“Yellowstone gets a lot of media attention, and so that’s what’s on the news,” he says. “Less so about wolf management across Montana as a whole. I think that’s bad. Yellowstone is one of the greatest wolf preserves in the country. Last winter we had [a hunting season] that ate away at that, and that deserves attention, but so does a lot of what happens for wolves across the rest of Montana.”
What ultimately happens with wolves in the state has everything to do with numbers, and that bit about how “numbers don’t lie”? Well, that might not always be the case. In order to determine how many wolves you can kill without hurting the overall population, you need to know how many wolves you’re starting with. Montana’s tool for determining this equation is the Integrated Patch Occupancy Model, (iPOM). This approach uses three models — territory, occupancy and groups — to arrive at a defensible wolf count for the state. With limited resources that restrict FWP’s ability to conduct more on-the-ground, comprehensive studies like the tracking and collaring Wendy and April are doing, iPOM serves as a way to estimate how many wolves are in the state without having to physically tag them. Montana is the only state to take this approach. According to the model, there were roughly 1,144 wolves in Montana in 2021, but some argue that the inputs used to arrive at that number are flawed.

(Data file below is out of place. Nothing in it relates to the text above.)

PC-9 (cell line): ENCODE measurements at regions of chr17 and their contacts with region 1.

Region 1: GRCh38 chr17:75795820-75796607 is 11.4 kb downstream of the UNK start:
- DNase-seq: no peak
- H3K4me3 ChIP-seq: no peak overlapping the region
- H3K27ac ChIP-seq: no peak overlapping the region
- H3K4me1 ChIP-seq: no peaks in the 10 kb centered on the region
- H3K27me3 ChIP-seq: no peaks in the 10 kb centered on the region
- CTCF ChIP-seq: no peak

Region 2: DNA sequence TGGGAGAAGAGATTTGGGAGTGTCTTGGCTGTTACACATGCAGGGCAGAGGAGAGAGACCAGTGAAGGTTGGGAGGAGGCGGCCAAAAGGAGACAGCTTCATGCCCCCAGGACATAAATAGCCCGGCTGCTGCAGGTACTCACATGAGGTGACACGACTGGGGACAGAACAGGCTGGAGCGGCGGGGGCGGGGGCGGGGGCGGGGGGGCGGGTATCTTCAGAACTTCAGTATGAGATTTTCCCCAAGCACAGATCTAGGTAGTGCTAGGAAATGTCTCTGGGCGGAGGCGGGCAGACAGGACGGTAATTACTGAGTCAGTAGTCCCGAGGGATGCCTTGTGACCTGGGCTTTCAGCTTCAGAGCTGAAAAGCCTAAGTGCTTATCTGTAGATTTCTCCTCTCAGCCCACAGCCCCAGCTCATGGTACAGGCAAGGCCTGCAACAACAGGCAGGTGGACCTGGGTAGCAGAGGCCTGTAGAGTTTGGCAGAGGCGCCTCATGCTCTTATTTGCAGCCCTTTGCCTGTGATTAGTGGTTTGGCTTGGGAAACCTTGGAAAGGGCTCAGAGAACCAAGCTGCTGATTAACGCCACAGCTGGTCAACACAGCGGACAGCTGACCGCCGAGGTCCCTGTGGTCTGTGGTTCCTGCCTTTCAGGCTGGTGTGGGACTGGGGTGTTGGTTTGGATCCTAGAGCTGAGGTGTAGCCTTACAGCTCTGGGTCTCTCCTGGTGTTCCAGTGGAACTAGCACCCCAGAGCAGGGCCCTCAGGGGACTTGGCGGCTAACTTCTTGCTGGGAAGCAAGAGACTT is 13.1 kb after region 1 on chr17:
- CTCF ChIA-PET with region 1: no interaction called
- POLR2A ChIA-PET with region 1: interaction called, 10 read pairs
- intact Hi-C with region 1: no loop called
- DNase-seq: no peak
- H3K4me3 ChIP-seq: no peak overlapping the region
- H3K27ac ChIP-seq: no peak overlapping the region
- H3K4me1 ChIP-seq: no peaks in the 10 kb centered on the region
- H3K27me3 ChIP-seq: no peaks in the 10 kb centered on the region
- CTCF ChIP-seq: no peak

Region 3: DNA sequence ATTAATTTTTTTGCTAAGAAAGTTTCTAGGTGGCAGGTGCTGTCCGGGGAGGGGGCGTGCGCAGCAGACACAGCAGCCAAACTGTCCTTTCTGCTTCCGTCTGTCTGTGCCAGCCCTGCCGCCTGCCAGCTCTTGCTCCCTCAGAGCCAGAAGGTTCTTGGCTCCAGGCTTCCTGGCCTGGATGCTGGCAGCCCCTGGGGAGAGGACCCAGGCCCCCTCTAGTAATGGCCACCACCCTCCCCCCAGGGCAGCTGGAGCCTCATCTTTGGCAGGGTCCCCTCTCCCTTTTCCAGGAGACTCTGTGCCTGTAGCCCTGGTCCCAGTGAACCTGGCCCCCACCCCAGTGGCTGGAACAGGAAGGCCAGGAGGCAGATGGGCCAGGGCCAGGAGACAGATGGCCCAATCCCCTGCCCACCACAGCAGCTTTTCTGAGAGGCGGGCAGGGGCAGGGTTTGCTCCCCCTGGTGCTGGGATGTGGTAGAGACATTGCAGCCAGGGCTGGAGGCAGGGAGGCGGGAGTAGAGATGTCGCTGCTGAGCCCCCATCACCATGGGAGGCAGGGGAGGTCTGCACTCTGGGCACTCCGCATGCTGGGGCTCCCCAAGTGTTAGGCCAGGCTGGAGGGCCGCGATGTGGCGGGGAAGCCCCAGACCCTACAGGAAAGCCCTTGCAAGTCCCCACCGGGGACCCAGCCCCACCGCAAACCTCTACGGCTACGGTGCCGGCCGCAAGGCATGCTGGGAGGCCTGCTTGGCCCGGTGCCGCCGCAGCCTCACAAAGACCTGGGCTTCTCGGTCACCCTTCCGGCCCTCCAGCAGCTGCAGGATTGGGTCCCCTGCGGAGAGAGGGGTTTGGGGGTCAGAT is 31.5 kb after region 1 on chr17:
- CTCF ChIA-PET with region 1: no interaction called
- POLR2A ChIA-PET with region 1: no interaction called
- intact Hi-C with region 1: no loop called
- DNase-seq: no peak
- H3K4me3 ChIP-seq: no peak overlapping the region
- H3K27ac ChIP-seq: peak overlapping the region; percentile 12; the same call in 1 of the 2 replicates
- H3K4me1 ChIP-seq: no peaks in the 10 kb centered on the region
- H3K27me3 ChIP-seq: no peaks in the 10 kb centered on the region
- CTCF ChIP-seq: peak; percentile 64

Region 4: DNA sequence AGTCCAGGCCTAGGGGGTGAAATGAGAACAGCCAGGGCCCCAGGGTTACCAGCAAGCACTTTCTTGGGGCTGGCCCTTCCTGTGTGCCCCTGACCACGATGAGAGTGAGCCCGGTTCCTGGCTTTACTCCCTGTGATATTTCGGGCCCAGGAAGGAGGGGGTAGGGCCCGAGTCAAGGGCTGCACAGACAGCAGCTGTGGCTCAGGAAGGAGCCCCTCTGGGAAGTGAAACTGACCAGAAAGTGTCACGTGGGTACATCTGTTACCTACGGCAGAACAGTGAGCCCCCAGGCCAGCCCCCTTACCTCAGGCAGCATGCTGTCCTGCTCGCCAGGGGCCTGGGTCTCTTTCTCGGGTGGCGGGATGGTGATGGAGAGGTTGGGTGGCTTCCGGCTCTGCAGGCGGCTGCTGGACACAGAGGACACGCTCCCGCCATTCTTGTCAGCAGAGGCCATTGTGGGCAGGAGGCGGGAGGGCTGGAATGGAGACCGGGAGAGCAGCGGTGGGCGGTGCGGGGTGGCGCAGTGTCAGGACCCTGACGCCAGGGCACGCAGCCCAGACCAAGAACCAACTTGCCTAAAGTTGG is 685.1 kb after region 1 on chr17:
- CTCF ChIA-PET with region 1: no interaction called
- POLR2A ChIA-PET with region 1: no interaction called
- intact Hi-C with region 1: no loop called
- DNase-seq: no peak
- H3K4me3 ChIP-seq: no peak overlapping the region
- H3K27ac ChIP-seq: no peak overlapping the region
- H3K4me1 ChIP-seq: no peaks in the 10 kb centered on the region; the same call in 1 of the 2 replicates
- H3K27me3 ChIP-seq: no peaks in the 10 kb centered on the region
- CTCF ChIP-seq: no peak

Dan MacNulty is an associate professor at Utah State University, and in addition to being involved with the Yellowstone Wolf Project alongside Doug Smith, he has been working to identify gaps in the iPOM estimates.
“The bottom line is that there’s still an imperfect understanding among scientists about how iPOM works,” he says. “Montana is counting packs that spend most of their time in neighboring states or Canada. What that means is Montana, Idaho, and Wyoming are potentially counting the same wolves as part of their own wolf populations. The estimates from Montana are unquestionably overestimates, because, in part, they’re counting other states’ wolves in their estimates. Double counting is a fact that is not included in the scientific publication that describes iPOM. That’s problematic.”
Double counting for populations along borders can have repercussions for the future of wolf management. As part of the sweeping 2021 legislation, language was included to reduce the number of wolves to a “sustainable level, but not less than the number of wolves necessary to support at least 15 breeding pairs” to avoid re-listing under the Endangered Species Act and, hence, federal protections. Based on the population derived from iPOM, the commission established that a combined hunting and trapping quota of 450 wolves was sufficient for reducing their population, but if the model is inaccurate, wolves could be more severely impacted. In actuality, even FWP has a poor understanding of how killing 450 wolves would affect the rest of the population. According to its 2021 Gray Wolf Program Annual Report, that kind of reduction could either mean exactly zero changes to the wolf population year over year, or mean zero wolves left.